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  #7  
Old Nov 2, '12, 2:10 pm
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VivienneJ VivienneJ is offline
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Default Re: Should Catholics celebrate Bonfire Night?

Probably not.

"The Gunpowder Plot of 1605 - A secret plan to overthrow the king.

In November 1605, the infamous Gunpowder Plot took place in which some Catholics plotted to blow up the English Parliament and King James l, on the day set for the king to open Parliament. The men were angry because the king had treated them badly and they didn't like it.

The story is remembered each 5th November when 'Guys' are burned in a celebration known as "Bonfire Night"." - from http://resources.woodlands-junior.ke...stoms/guy.html

And as I typed this I remembered celebrating Guy Fawkes with a very faithful and devout Catholic friend (from before my conversion). The celebration was at their home because she absolutely loved fireworks, not that we had a bonfire or burned effigies of anything, but the irony didn't strike me until now. Living in South Africa the debate around the 5th November tends to revolve more around why we feel any need to celebrate an "English" event at all.
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  #8  
Old Nov 2, '12, 2:26 pm
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JerryZ JerryZ is offline
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Default Re: Should Catholics celebrate Bonfire Night?

Quote:
Originally Posted by lerapt78 View Post
I've never heard of "Bonfire Night" in the US......is that a regional celebration?

Edit: Nevermind, just noticed that the OP is in the U.K.!



There are bonfire feasts in honor of saints in Spain as well.
Yeah I forgot that the Guy Fawked day IS and anti Catholic festival sorry me bad it's been more that 30 years since I last visited UK (did my college education there) but yeah you are right that most of Europe they have folk bonfires that are Church friendly!
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  #9  
Old Nov 2, '12, 2:31 pm
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triumphguy triumphguy is offline
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Default Re: Should Catholics celebrate Bonfire Night?

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Originally Posted by IzzyD View Post
I thought we celebrated it because of Guy Fawkes?
Guy Fawkes a Catholic was burned to death.
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  #10  
Old Nov 2, '12, 3:30 pm
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Inego de Loyola Inego de Loyola is offline
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Default Re: Should Catholics celebrate Bonfire Night?

http://en.wikipedia.org/wiki/Samhain
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  #11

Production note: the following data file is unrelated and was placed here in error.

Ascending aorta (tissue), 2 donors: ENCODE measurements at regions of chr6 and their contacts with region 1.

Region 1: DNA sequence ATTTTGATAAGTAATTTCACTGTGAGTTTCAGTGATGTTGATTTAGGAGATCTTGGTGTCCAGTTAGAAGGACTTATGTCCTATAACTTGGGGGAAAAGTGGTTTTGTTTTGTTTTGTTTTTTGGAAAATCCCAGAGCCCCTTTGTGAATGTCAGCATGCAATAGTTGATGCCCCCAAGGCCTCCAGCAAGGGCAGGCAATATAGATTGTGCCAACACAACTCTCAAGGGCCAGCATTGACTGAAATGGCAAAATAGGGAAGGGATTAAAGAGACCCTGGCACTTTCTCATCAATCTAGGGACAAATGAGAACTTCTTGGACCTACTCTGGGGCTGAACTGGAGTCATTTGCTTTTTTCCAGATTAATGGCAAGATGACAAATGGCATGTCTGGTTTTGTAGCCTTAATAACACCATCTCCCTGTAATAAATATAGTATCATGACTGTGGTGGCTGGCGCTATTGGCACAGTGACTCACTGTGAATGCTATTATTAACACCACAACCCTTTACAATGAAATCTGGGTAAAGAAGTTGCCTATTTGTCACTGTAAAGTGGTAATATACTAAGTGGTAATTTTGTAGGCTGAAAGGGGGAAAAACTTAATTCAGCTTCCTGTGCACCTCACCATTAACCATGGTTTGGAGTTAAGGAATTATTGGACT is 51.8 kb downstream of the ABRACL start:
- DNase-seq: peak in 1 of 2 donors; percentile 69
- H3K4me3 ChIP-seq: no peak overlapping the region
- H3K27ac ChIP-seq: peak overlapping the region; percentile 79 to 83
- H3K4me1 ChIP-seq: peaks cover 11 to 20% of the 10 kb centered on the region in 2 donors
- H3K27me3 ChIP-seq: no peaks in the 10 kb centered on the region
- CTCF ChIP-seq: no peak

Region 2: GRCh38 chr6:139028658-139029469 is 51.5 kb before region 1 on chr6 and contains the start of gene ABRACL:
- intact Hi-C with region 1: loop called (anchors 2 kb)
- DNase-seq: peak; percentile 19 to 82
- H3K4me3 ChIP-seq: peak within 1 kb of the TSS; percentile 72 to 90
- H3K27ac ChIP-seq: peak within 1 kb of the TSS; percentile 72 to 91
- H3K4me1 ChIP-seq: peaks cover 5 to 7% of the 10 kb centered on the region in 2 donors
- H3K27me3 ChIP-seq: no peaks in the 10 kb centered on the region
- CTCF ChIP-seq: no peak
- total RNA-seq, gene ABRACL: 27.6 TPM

Old Nov 2, '12, 5:33 pm
Rainaldo Rainaldo is offline
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Default Re: Should Catholics celebrate Bonfire Night?

Quote:
Originally Posted by Inego de Loyola View Post
http://en.wikipedia.org/wiki/Homecoming
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  #12  
Old Nov 2, '12, 6:02 pm
IzzyD IzzyD is offline
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Default Re: Should Catholics celebrate Bonfire Night?

Quote:
Originally Posted by triumphguy View Post
Guy Fawkes a Catholic was burned to death.
He wasn't burned to death, he was hung, drawn and quatered for trying to blow up the houses of parliament.
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  #13  
Old Nov 2, '12, 9:06 pm
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triumphguy triumphguy is offline
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Default Re: Should Catholics celebrate Bonfire Night?

Quote:
Originally Posted by IzzyD View Post
He wasn't burned to death, he was hung, drawn and quatered for trying to blow up the houses of parliament.
Actually he broke his own neck before the executioners could have their wicked way.

But he's burned in effigy on Nov 5th

However, there's nowt like parkin, treacle toffee, jacket potatoes and a few sparklers to lighten up a dark winter night.
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  #14  
Old Nov 2, '12, 9:48 pm
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Default Re: Should Catholics celebrate Bonfire Night?

http://britishfood.about.com/gi/rati...offee%20Recipe

http://britishfood.about.com/od/reci...orksparkin.htm

I'm going to cook these on the weekend
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  #15  
Old Nov 3, '12, 3:35 am
IzzyD IzzyD is offline
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Default Re: Should Catholics celebrate Bonfire Night?

Quote:
Originally Posted by triumphguy View Post
Actually he broke his own neck before the executioners could have their wicked way.

But he's burned in effigy on Nov 5th

However, there's nowt like parkin, treacle toffee, jacket potatoes and a few sparklers to lighten up a dark winter night.
Sorry I thought you meant they executed him by burning him to death! But I thought they still drew and quatered him after he broke his neck out of tradition (even though he was dead) . In England we don't tend to burn a "guy" anymore probably due to laws about bonfires but I guess other countries must still do it.